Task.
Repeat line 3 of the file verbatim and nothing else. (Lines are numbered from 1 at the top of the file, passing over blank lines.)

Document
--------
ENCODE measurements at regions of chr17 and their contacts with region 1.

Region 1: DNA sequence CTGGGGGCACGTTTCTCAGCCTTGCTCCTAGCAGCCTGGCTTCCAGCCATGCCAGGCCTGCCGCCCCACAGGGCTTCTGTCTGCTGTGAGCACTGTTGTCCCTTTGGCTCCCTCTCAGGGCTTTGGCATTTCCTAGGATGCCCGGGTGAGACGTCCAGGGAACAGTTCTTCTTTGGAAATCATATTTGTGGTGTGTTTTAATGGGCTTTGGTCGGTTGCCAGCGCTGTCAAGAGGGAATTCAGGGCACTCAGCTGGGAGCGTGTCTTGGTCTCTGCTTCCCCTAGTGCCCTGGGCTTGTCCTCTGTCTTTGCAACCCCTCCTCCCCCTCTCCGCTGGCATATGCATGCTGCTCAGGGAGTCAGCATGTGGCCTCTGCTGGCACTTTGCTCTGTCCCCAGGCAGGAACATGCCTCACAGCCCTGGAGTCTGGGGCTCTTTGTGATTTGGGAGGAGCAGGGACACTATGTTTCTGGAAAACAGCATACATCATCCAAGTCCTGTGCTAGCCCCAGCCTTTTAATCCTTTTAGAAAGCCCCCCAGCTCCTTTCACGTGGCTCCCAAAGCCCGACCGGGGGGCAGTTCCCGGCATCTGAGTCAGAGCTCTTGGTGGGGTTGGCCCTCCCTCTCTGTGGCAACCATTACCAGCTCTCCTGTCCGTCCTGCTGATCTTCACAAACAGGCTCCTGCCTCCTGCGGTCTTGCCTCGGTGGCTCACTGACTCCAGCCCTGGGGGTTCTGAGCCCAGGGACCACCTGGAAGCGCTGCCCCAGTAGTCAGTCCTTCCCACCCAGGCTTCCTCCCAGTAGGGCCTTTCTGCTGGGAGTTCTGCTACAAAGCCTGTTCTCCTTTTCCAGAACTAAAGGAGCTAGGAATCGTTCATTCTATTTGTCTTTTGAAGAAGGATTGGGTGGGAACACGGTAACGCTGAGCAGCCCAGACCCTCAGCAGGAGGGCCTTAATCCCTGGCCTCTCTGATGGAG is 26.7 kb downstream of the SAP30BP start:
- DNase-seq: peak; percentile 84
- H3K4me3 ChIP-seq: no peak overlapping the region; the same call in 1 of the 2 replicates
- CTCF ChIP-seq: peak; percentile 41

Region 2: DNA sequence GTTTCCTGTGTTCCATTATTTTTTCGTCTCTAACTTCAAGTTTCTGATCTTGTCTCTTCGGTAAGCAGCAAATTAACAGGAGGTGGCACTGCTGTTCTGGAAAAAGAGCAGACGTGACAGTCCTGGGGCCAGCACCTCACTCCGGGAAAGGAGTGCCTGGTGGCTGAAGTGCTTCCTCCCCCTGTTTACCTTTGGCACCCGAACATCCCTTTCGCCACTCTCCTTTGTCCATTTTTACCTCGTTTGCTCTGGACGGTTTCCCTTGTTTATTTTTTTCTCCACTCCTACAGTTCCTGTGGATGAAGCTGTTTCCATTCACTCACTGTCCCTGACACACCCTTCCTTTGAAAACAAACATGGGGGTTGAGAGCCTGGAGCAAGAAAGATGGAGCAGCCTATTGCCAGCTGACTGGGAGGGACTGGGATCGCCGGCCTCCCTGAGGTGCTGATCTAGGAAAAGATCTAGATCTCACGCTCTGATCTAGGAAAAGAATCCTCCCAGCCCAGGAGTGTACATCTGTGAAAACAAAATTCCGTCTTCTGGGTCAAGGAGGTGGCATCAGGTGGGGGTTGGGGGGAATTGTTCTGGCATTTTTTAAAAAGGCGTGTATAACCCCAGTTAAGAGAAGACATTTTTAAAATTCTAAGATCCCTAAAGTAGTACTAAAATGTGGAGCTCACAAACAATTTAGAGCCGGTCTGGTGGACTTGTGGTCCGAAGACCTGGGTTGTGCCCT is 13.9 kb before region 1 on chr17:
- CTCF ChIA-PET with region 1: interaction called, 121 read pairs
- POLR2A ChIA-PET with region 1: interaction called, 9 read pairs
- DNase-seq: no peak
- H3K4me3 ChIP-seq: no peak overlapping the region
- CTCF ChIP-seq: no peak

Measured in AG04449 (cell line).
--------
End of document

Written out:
- DNase-seq: peak; percentile 84